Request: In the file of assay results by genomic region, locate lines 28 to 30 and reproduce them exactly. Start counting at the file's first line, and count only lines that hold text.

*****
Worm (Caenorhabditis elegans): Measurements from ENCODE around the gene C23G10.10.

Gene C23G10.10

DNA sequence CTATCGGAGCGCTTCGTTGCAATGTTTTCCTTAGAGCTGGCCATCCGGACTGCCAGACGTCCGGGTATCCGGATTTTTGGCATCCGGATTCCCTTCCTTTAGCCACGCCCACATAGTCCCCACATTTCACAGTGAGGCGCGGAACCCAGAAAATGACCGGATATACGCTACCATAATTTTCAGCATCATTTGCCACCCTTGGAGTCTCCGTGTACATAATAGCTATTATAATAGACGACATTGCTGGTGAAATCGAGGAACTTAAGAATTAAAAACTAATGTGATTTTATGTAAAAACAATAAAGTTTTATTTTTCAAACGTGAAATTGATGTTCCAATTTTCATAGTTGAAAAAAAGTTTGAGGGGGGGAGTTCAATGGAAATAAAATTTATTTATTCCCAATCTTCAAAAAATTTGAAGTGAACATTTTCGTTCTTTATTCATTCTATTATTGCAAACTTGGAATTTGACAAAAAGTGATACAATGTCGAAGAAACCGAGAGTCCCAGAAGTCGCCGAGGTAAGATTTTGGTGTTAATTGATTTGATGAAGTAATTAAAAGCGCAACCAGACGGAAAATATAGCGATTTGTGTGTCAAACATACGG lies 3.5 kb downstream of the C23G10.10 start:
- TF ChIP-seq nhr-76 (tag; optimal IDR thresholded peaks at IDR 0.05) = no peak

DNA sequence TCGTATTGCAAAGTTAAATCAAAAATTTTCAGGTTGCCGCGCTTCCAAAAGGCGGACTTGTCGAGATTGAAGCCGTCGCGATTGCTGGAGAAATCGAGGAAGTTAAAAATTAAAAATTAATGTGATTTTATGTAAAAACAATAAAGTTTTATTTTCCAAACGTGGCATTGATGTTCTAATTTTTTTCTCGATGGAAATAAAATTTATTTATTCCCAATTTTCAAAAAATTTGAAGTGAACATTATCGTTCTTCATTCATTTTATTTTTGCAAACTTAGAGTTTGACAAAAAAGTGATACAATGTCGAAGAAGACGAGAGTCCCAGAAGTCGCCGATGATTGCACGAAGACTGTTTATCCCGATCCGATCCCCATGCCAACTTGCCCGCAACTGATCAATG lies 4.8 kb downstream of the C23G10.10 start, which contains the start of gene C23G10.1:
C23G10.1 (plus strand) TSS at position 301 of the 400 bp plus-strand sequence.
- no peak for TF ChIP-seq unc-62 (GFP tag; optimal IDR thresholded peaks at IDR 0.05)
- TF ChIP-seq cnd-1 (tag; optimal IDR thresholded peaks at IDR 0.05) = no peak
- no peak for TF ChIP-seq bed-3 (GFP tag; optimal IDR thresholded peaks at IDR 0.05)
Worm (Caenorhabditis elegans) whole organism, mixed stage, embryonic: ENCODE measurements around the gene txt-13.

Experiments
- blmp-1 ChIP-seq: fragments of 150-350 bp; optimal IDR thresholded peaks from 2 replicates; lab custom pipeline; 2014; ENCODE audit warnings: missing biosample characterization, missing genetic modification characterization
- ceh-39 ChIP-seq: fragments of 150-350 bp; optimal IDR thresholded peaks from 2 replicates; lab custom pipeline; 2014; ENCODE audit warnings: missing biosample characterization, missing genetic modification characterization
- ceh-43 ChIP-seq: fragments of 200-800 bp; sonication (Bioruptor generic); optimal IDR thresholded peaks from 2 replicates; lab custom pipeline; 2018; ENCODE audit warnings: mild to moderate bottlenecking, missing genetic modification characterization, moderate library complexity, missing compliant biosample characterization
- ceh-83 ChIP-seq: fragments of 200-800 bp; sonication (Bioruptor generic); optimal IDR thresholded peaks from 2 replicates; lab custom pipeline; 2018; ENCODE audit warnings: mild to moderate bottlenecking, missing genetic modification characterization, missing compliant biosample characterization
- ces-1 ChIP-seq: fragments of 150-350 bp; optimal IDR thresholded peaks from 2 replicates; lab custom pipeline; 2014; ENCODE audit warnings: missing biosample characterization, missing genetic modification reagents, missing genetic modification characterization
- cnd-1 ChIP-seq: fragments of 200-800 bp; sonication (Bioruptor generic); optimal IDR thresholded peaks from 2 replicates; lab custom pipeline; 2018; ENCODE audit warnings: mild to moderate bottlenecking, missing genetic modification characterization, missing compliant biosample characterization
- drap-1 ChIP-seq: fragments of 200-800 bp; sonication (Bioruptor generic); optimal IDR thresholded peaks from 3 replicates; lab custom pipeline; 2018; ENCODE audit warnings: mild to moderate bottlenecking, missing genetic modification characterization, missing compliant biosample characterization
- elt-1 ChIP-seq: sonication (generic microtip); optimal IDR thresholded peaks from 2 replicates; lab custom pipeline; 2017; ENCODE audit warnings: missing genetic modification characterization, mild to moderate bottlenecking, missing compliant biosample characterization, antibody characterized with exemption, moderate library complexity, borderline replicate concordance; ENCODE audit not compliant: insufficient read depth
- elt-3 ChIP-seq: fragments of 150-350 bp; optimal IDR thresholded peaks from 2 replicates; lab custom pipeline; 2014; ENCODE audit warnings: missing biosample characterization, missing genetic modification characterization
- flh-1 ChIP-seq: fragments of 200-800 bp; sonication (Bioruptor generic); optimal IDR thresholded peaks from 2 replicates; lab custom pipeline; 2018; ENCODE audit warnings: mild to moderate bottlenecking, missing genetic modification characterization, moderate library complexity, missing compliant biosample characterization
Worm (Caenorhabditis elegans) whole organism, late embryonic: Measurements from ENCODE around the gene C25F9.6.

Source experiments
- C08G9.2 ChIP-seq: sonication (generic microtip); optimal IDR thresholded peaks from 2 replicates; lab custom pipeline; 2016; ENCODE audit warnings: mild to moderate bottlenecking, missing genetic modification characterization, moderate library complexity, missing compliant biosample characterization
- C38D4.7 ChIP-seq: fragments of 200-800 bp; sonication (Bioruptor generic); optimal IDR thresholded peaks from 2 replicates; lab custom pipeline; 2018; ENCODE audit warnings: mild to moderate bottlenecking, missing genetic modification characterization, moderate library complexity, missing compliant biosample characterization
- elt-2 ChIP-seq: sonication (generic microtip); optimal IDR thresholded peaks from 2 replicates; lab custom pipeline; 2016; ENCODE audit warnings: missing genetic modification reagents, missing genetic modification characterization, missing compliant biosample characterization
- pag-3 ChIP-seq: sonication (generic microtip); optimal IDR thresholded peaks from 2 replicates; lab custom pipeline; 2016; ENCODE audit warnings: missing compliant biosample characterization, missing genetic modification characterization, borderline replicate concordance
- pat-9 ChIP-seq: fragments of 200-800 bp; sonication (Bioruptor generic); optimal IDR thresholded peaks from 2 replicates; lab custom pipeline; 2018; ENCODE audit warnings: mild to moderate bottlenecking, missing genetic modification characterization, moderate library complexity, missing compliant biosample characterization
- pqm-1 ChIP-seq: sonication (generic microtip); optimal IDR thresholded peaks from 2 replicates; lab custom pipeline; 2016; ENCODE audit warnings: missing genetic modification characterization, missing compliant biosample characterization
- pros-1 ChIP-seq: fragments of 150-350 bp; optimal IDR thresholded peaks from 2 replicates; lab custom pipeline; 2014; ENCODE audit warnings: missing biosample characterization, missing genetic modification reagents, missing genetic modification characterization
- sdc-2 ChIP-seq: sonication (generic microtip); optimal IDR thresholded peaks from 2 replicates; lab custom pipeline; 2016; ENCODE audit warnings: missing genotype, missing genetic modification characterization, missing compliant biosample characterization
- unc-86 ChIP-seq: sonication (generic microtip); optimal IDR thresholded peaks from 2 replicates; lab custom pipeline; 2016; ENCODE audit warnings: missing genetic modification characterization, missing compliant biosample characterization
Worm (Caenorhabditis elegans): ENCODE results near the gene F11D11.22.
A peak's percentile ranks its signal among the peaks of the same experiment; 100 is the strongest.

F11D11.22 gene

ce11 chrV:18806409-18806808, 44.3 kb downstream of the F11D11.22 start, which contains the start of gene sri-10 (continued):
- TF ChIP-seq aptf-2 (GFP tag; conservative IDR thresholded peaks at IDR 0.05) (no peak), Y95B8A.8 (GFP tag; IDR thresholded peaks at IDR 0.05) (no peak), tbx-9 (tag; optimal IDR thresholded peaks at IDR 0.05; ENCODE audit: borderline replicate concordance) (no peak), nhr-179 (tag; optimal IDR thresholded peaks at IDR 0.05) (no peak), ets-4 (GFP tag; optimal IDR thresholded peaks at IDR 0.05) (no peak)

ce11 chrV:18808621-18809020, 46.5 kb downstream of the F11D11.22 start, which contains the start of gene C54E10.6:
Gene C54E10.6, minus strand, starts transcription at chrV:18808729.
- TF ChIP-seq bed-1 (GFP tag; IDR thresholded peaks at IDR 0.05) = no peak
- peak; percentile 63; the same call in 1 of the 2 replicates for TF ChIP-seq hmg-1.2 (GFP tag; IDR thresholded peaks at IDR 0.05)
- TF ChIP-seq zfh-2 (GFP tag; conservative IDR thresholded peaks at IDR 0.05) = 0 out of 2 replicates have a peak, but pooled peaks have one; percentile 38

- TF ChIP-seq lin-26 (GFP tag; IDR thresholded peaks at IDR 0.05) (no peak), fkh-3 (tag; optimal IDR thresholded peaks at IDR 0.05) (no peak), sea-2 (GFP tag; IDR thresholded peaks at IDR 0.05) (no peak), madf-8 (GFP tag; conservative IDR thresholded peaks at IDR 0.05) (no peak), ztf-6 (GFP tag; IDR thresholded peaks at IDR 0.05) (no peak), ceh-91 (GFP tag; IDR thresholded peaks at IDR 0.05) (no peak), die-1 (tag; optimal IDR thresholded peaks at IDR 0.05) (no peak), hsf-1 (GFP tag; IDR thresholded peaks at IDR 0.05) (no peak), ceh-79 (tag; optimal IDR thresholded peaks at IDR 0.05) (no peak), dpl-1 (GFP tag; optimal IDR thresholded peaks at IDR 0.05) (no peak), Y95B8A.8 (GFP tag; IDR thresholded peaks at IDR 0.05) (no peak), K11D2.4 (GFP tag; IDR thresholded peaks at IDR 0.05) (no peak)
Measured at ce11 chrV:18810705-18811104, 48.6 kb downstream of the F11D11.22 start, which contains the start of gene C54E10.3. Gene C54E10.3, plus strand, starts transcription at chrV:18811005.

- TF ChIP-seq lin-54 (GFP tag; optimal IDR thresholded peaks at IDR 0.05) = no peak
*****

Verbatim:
- pat-9 ChIP-seq: fragments of 200-800 bp; sonication (Bioruptor generic); optimal IDR thresholded peaks from 2 replicates; lab custom pipeline; 2018; ENCODE audit warnings: mild to moderate bottlenecking, missing genetic modification characterization, moderate library complexity, missing compliant biosample characterization
- pqm-1 ChIP-seq: sonication (generic microtip); optimal IDR thresholded peaks from 2 replicates; lab custom pipeline; 2016; ENCODE audit warnings: missing genetic modification characterization, missing compliant biosample characterization
- pros-1 ChIP-seq: fragments of 150-350 bp; optimal IDR thresholded peaks from 2 replicates; lab custom pipeline; 2014; ENCODE audit warnings: missing biosample characterization, missing genetic modification reagents, missing genetic modification characterization